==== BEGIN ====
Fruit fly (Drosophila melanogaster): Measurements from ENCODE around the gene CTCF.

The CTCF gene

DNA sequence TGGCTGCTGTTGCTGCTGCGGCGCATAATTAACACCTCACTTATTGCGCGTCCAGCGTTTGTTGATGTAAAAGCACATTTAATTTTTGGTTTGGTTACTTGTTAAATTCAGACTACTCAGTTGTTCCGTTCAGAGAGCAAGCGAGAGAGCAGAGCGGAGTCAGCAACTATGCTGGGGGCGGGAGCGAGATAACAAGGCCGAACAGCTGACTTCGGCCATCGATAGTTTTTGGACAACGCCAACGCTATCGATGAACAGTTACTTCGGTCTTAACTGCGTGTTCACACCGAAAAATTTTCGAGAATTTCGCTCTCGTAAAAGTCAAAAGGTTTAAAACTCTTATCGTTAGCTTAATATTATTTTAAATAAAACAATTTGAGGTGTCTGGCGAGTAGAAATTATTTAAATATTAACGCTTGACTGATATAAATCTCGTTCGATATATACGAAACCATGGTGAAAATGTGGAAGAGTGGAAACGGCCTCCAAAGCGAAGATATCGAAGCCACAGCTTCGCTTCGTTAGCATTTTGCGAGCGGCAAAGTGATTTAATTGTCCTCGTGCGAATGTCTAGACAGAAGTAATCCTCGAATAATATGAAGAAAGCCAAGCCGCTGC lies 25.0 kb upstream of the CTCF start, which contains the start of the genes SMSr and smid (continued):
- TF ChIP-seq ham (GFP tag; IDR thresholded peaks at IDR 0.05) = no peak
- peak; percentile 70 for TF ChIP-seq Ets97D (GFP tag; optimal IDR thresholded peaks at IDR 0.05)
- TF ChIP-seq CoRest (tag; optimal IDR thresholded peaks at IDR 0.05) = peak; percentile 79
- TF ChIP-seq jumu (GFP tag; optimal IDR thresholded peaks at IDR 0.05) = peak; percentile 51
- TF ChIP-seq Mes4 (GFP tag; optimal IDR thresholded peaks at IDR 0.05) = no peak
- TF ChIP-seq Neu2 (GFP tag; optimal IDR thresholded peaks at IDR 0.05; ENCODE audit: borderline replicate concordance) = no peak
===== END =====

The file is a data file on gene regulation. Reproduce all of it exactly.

Fruit fly (Drosophila melanogaster): Measurements from ENCODE around the gene CTCF.

The CTCF gene

DNA sequence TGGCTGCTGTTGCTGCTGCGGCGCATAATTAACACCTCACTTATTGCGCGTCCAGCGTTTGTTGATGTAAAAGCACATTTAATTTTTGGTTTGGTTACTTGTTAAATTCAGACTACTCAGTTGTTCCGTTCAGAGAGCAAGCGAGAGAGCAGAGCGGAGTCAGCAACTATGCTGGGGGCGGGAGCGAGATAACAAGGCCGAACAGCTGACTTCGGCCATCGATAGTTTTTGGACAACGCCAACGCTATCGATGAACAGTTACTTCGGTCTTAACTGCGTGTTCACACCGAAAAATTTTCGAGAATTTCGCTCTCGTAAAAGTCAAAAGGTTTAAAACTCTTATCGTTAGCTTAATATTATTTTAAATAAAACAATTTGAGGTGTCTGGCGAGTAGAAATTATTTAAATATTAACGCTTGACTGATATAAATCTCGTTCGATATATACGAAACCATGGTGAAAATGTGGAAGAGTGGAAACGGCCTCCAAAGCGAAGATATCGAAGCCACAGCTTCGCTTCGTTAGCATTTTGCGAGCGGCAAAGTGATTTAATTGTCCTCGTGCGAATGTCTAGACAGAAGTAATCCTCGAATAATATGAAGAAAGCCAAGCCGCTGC lies 25.0 kb upstream of the CTCF start, which contains the start of the genes SMSr and smid (continued):
- TF ChIP-seq ham (GFP tag; IDR thresholded peaks at IDR 0.05) = no peak
- peak; percentile 70 for TF ChIP-seq Ets97D (GFP tag; optimal IDR thresholded peaks at IDR 0.05)
- TF ChIP-seq CoRest (tag; optimal IDR thresholded peaks at IDR 0.05) = peak; percentile 79
- TF ChIP-seq jumu (GFP tag; optimal IDR thresholded peaks at IDR 0.05) = peak; percentile 51
- TF ChIP-seq Mes4 (GFP tag; optimal IDR thresholded peaks at IDR 0.05) = no peak
- TF ChIP-seq Neu2 (GFP tag; optimal IDR thresholded peaks at IDR 0.05; ENCODE audit: borderline replicate concordance) = no peak